General Question

augustlan's avatar

How does universal health care work in other countries?

Asked by augustlan (47677points) August 26th, 2010

Please note that I am not asking how well it works, though if you want to add that at the end of your answer, I’d appreciate it.
I’m talking about the nitty-gritty, nuts-and-bolts of the thing:

Is there even such a thing as health insurance or is there no need for it in such a system?

How does one make an appointment for routine services? How long of a wait is there? How about for surgery and the like?

How are doctors paid for their work? Does the government pay their salaries? Is any part of their pay based on number of patients seen/services provided or is it a flat salary? Do all doctors make the same salary? Are specialists paid more? How about a 10 year veteran versus a doc right out of med school?

Is the patient responsible for paying the provider a co-pay (portion of the bill) for services received? If so, how much? How is that determined? How is it billed? At the time of service? Later? Is it different for routine versus specialized services?

How much of an individual’s tax bill goes toward universal health care? Do families get a break on that?

Note: I am in favor of Universal Health Care for the United States. I’d just like to understand the ins and outs of it all a little better. Thanks!

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10 Answers

harple's avatar

That’s a lot of questions, of which I can only answer some, but I shall give it my best shot, and try and do it in the order you asked… I am talking about the NHS in the UK…

Yes, people do often choose to take out health insurance (and it is often offered as part of a pay deal if you work for a large firm). Generally speaking, this is to avoid the long waiting lists should anything major happen to you, but as with anywhere (I imagine) you can only get health insurance if there is currently nothing wrong with you (or at least you would pay a lot more if you have a history).

Routine services, as in going to the the GP (general practicioner) when you have the flu, or a pain that won’t go away, or uncontrollable this that or the other, or for jabs etc – in most places you can call first thing in the morning and make an appointment for the same day. Although you’ll obviously be on time for the appointment, the doctors are often running late, but this is accepted.

Waiting for surgery varies about the country (they talk here about the “postcode lottery”) and varies depending on what it is you need… They do understand “urgent”, although their opinion of urgent can vary from the person living with the problem.

Doctors Surgeries do have targets to meet and are rewarded on achieving their quotas on these… which is why they are so keen to get you in for a smear test etc… I believe that the GPs are financially involved with the practice they belong to, perhaps someone else can answer that more fully.

Specialists are absolutely paid more, as are experienced doctors. My understanding is that a fully qualified GP is most likely earning a 6 figure salary, but my goodness, they have trained hard and work long hours for it.

There is a flat rate for your perscription, currently £7.40 I believe. So if the doctor perscribes some form of medicine for you, you pay this. People under a certain income bracket or over a certain age, or students, do not have to pay this. (Interestingly, if you live in Wales, you also do not have to pay this.) Some doctors are generous enough to let you know what you need without perscribing it if it is something you can buy over the counter for less money. You pay your £7.40 at the chemists when you collect your medicine.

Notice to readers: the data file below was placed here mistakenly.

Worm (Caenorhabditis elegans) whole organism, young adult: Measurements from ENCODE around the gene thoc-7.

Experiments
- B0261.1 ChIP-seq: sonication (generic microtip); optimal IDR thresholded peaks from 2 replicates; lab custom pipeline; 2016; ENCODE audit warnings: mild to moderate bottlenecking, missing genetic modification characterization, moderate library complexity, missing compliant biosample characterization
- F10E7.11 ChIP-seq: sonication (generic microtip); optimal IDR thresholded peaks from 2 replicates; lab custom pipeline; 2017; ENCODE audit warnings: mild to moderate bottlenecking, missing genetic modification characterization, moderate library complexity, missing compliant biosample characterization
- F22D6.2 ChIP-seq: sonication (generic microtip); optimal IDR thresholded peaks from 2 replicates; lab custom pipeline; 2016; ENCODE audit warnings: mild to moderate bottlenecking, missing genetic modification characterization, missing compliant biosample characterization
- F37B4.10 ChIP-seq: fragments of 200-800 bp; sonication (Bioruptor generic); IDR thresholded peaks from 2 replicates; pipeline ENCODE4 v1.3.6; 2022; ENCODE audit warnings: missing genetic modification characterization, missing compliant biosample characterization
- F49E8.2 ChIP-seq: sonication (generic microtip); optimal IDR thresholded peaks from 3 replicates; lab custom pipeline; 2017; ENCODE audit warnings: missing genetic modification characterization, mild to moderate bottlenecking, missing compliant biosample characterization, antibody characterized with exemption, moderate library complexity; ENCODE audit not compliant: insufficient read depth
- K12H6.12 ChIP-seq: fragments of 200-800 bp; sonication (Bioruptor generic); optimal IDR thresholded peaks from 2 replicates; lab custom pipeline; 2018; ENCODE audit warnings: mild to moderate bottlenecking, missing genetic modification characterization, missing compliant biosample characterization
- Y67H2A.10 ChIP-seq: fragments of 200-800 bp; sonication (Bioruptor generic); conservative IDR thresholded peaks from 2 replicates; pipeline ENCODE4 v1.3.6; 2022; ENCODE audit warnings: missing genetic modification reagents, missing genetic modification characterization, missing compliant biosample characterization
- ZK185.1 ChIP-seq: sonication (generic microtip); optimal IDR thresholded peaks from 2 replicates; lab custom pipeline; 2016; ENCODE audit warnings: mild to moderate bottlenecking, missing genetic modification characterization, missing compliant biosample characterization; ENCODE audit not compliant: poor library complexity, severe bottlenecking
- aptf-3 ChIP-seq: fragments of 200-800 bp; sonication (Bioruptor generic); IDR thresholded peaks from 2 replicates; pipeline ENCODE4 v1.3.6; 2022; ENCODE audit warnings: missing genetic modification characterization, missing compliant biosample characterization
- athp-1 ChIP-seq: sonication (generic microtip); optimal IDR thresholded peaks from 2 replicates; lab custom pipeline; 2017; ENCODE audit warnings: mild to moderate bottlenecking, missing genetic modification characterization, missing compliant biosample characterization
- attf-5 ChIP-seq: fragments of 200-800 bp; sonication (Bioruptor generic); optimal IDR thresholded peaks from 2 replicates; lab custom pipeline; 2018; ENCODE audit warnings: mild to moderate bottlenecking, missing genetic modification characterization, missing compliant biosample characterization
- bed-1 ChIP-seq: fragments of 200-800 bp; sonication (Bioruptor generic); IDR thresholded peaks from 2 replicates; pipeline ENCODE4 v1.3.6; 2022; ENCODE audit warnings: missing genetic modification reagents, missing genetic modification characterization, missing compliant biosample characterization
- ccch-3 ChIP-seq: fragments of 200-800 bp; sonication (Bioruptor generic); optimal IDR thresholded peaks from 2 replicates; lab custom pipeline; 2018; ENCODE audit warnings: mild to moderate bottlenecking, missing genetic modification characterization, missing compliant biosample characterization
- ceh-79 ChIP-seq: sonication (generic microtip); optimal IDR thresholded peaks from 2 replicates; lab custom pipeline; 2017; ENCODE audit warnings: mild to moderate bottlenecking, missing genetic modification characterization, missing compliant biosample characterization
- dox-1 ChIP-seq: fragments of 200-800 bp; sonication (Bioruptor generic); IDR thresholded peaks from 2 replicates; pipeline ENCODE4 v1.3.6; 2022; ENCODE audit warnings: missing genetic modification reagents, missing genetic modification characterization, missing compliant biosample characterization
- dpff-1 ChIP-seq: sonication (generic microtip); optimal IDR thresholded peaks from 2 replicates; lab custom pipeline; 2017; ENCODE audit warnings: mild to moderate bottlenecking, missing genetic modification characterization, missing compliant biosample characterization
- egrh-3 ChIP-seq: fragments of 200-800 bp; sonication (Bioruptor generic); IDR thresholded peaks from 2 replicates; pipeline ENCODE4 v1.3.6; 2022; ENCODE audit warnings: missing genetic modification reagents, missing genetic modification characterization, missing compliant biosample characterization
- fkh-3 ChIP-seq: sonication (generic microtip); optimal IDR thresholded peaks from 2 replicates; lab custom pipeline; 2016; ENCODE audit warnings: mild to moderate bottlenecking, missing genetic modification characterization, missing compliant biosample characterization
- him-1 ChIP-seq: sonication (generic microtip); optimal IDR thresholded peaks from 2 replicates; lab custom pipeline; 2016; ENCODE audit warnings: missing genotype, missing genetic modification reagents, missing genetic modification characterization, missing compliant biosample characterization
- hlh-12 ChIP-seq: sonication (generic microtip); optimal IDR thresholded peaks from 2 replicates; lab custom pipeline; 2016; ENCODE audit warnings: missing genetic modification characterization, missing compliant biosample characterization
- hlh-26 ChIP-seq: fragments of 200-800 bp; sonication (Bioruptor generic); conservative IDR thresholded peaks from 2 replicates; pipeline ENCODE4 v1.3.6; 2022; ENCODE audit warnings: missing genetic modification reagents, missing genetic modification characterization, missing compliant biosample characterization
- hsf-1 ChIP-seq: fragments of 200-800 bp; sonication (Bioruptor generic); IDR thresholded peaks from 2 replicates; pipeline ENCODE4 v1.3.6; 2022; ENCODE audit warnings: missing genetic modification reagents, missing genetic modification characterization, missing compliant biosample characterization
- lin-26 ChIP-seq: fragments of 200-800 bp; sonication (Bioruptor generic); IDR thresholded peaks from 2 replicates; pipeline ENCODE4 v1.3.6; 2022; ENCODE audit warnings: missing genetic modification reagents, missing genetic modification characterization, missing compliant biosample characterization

I think I’ve answered as much as I am able to…

MissAnthrope's avatar

I’m sure other people can answer this in more detail, but I can share what I know from having spent time in Italy. I believe taxes are higher than we are used to in the States; however, from my experience, there is no charge to go to a doctor. When you need to go, you go. I have never witnessed anyone paying for medical services, other than having to pay the traveling emergency doctor in the village, who rides around and makes house calls (the charge is 50 euros). Prescriptions are offered at a greatly reduced price, which is essentially the government covering most of it and the person paying a co-pay. I have never heard anything about wait lists for hospitals for serious cases.. my step-father had a heart attack 4 years ago and was easily rushed to the hospital and treated immediately.

Anecdotally, my ex developed a serious case of hives as a result of an allergic reaction to new medicine she was prescribed before our trip. Her entire body was covered and she was in a lot of itchy discomfort (as well as looking like a leper or something). We were visiting my Italian friend, when, after querying the pharmacists, we realized my ex would have to go to the ER. We did wait a while, seeing as it wasn’t a matter of life or death, but it was maybe 2 or 3 hours at most (I have spent 5 hours in American ER waiting rooms). She was seen, diagnosed, treated, given a prescription, and sent on her way. She was so utterly confused at the end when no one was concerned about payment. She asked a couple of people who she should pay, and they were very amused in a kind way. No payment necessary, she was sent on her way.

I rather like the idea that we should treat our sick people as necessary and not charge them thousands of dollars for the privilege, you know?